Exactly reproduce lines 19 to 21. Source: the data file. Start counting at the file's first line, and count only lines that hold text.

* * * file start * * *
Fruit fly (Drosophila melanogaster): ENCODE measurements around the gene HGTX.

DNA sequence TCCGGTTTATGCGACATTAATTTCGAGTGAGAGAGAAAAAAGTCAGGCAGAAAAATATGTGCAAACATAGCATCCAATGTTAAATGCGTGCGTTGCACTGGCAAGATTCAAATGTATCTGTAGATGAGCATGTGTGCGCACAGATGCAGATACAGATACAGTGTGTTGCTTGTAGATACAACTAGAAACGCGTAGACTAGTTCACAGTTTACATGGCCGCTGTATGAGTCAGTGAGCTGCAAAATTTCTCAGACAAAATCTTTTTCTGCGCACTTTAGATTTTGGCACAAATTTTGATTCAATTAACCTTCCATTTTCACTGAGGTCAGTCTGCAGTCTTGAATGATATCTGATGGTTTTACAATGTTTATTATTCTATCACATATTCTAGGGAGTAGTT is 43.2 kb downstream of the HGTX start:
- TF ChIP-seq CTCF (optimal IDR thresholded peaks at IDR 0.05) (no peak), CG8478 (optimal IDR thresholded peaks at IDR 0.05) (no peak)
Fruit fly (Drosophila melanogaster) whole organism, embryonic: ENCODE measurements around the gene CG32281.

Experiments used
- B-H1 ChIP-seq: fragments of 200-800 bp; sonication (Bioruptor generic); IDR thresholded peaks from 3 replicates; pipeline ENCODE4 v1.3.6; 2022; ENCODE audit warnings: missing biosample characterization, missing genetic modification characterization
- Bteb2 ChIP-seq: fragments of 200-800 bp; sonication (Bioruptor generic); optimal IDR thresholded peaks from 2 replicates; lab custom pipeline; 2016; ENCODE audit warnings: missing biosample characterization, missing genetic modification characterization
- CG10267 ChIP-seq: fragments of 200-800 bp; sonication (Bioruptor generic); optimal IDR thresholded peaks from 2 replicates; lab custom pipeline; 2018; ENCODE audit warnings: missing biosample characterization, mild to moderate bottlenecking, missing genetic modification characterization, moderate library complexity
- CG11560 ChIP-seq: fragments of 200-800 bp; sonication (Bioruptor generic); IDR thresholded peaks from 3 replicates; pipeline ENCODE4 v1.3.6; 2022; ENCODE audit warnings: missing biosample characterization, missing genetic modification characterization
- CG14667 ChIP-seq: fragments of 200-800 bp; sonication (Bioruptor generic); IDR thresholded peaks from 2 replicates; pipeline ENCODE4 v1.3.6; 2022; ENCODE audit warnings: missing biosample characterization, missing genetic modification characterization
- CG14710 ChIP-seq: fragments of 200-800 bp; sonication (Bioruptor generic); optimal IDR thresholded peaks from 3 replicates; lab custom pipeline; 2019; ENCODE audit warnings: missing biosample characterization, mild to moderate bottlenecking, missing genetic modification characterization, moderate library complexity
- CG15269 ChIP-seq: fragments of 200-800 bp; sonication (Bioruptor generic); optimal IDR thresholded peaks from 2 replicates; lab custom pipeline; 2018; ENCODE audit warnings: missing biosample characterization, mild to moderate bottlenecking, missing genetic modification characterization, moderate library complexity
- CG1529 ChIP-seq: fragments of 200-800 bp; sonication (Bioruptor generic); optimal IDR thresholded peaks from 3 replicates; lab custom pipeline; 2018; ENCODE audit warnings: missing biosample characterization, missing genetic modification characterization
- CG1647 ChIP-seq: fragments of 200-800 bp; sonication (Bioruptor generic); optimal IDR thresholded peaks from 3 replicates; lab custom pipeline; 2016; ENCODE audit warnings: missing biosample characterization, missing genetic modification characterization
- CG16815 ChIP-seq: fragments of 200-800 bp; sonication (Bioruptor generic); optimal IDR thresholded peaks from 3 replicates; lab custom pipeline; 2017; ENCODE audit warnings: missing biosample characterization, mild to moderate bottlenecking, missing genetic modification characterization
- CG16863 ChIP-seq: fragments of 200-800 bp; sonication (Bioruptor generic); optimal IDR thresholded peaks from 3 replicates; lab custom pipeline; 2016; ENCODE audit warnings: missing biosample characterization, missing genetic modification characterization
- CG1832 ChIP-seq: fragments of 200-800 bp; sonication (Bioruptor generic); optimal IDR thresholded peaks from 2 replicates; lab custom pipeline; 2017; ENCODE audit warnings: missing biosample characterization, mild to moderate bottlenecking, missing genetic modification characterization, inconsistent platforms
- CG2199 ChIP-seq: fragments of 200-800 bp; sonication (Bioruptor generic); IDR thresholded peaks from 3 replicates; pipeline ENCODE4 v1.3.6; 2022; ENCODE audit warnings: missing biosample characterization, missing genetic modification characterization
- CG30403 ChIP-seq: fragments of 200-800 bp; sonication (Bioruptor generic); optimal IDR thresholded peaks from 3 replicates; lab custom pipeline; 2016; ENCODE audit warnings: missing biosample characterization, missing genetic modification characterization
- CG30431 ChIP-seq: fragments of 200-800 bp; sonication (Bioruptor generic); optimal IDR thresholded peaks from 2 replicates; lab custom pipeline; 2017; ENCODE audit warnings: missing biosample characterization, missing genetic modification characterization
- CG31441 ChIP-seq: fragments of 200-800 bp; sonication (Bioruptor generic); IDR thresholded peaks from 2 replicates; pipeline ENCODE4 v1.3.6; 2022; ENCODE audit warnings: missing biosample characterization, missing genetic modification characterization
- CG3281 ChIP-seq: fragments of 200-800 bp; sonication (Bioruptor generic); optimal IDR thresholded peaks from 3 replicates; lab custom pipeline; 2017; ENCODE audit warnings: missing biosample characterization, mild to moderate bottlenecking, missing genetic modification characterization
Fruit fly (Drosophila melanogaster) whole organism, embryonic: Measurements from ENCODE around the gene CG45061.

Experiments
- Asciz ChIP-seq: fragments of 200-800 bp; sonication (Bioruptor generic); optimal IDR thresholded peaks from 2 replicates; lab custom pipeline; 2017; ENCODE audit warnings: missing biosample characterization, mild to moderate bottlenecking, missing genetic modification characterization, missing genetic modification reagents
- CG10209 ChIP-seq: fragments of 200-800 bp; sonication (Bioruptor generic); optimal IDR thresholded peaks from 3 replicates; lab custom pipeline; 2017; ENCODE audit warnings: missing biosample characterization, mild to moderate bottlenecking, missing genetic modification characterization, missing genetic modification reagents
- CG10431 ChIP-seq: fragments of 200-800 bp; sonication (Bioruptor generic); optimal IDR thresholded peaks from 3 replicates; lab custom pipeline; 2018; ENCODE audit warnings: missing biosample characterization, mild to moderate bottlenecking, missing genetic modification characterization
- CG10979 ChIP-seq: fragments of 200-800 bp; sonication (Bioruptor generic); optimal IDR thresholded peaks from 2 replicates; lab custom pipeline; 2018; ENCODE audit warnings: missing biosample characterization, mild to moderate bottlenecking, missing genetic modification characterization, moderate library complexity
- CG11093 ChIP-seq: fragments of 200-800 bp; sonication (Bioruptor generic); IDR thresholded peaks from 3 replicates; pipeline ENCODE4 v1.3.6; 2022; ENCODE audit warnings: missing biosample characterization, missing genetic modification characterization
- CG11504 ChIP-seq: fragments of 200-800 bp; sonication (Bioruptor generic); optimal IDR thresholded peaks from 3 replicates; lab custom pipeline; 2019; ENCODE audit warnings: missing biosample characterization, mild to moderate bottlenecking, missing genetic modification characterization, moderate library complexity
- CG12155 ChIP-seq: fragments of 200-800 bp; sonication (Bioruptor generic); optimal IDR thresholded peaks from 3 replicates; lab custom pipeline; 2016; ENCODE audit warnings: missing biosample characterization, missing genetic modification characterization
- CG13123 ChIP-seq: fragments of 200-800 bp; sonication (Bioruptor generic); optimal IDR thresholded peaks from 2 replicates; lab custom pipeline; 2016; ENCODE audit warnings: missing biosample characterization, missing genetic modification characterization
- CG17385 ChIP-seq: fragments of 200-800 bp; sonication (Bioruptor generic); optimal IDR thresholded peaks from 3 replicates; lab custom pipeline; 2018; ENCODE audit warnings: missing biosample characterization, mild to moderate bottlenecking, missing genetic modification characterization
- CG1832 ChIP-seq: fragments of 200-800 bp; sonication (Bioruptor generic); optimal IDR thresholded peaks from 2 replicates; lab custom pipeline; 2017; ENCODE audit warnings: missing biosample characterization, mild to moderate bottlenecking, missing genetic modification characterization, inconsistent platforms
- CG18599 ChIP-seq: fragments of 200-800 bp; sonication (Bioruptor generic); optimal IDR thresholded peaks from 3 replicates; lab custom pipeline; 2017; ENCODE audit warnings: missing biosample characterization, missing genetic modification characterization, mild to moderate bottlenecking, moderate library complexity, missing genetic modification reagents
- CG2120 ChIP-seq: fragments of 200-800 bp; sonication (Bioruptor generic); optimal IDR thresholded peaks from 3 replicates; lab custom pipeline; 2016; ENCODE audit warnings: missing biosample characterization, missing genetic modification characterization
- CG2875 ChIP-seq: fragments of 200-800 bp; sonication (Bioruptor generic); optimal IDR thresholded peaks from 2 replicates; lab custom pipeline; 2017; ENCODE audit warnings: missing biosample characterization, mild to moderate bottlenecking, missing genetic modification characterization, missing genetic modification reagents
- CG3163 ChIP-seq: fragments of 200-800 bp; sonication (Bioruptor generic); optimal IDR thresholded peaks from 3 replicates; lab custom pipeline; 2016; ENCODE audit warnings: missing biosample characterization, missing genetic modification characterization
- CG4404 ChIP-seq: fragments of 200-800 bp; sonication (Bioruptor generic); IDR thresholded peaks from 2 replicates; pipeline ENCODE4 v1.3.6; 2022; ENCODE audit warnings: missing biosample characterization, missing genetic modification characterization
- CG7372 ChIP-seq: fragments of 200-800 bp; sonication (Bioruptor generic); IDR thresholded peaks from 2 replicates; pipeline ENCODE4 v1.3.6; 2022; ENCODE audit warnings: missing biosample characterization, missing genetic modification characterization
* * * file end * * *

- CG30403 ChIP-seq: fragments of 200-800 bp; sonication (Bioruptor generic); optimal IDR thresholded peaks from 3 replicates; lab custom pipeline; 2016; ENCODE audit warnings: missing biosample characterization, missing genetic modification characterization
- CG30431 ChIP-seq: fragments of 200-800 bp; sonication (Bioruptor generic); optimal IDR thresholded peaks from 2 replicates; lab custom pipeline; 2017; ENCODE audit warnings: missing biosample characterization, missing genetic modification characterization
- CG31441 ChIP-seq: fragments of 200-800 bp; sonication (Bioruptor generic); IDR thresholded peaks from 2 replicates; pipeline ENCODE4 v1.3.6; 2022; ENCODE audit warnings: missing biosample characterization, missing genetic modification characterization